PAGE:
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Asia-Pacific Should Bolster Health Systems
OECD Report: Health at a Glance Asia/Pacific 2016
Asia-Pacific countries should strengthen their health systems: OECD report

Asia-Pacific countries should strengthen their health systems and sharply increase spending to deliver effective universal cover. The share of the population aged 65 years and over in Asian countries is expected to increase by two and half times in the next decades to reach 20.5% in 2050.

Asia-Pacific countries should strengthen their health systems and sharply increase spending to deliver effective universal coverage in order to meet the changing needs of their fast ageing populations, according to a new OECD report.

'Health at a Glance Asia/Pacific 2016' says that the share of the population aged 65 years and over in Asian countries is expected to increase by two and half times in the next decades to reach 20.5% in 2050. Life expectancy at birth across 22 Asian countries reached 73.7 years in 2015, a gain of about 4.6 years since 2000. In comparison, OECD countries gained 3.4 years during the same period.

A large regional divide persists: the country with the longest life expectancy is Hong Kong, China with 84 years for both men and women. Japan, Australia, Singapore, New Zealand, the Republic of Korea, and Macao, China also exceeded 80 years for total life expectancy. In Papua New Guinea and Laos, a child born in 2015 can expect to live an average of less than or equal to 65 years of life.

There has been a dramatic fall in the infant mortality rate across the region since 2000, with many countries experiencing declines of greater than 50%. At an average of 21.5 deaths per 1,000 live births in 2015, infant mortality is still five times the OECD rate.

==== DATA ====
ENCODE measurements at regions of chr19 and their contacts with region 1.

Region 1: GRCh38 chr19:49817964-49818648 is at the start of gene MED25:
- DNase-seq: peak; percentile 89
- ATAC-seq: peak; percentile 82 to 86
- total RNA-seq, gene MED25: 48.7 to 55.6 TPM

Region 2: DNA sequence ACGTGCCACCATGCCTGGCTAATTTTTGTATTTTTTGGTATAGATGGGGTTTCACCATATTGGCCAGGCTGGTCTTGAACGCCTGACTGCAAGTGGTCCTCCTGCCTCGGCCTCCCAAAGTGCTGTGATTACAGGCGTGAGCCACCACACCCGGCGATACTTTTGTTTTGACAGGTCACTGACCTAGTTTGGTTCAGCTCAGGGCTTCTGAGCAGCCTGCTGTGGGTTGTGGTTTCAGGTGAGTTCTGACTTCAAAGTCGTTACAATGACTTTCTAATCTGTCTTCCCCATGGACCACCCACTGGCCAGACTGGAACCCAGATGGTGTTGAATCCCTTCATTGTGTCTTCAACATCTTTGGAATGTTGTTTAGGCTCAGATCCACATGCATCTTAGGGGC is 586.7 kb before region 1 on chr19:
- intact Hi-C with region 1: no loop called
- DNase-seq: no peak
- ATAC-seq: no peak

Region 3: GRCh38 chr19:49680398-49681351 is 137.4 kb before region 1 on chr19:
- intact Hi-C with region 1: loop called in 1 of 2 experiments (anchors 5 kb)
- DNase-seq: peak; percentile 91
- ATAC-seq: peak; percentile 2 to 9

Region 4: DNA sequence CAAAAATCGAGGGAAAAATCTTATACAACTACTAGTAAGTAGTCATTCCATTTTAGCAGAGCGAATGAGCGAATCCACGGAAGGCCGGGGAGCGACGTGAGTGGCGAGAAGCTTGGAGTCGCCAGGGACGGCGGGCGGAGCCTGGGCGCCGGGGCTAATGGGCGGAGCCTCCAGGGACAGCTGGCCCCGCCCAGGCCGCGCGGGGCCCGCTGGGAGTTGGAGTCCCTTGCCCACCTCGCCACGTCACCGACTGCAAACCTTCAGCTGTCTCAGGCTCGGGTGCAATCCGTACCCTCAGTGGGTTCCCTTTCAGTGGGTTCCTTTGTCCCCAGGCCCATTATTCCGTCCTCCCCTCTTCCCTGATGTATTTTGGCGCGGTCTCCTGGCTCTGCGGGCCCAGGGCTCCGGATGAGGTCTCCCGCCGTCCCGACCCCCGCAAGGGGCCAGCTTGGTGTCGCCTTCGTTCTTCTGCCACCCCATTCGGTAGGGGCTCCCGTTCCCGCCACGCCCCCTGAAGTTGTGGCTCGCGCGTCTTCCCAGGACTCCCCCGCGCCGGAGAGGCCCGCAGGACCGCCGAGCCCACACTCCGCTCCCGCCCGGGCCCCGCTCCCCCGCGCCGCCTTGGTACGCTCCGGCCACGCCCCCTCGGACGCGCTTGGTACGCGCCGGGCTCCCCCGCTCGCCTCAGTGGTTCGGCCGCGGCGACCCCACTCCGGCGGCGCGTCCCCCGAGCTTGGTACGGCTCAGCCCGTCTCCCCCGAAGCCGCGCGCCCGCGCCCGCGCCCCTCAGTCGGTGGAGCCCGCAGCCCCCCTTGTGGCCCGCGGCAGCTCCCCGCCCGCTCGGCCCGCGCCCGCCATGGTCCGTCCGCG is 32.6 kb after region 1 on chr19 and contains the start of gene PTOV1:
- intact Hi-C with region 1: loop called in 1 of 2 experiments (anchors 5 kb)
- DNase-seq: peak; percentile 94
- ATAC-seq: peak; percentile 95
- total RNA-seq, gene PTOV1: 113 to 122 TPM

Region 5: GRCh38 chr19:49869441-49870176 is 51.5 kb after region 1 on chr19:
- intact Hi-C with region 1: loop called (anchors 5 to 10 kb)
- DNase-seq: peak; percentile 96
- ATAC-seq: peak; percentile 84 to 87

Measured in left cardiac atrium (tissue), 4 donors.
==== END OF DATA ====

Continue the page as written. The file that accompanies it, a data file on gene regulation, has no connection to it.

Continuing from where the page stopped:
Between 2000 and 2015, the average maternal mortality rate across Asian countries was cut by more than half. Maternal mortality averages seven deaths per 100 000 live births in OECD countries, while in Asian countries it is almost 13 times greater.

There are too few doctors and nurses in the region, at around 1.3 and 3.2 per 1 000 population respectively - well below the OECD average of 3.3 and 9.1 - to cope with the demands in particular of an ageing population.

While the number of hospital beds per capita is at 3.3 per 1 000 population on average across Asia, below the OECD average of 4.7, health services for an ageing population will need to be centred on primary care and continuity, away from hospital centric systems.

Asian economies spend just over USD 930 per person per year on health, against USD 3 618 in OECD countries. This amounts to 4.7% of gross domestic product, on average, in the Asian region, compared to 9.3% in OECD countries in 2014.

The share of public spending in total health spending is much lower in Asia compared to OECD countries - 50.5% versus 72.7% respectively.

Health at a Glance Asia/Pacific 2016, a joint publication with the World Health Organisation, presents key indicators on health status, determinants of health, health care resources and utilisation, health expenditure and financing, and quality of care for 27 Asia/Pacific countries and economies.

This report offers a comprehensive and user-friendly framework to help policy makers design and implement better policies to support countries’ progress towards universal health cover and improve the health of their populations.




 

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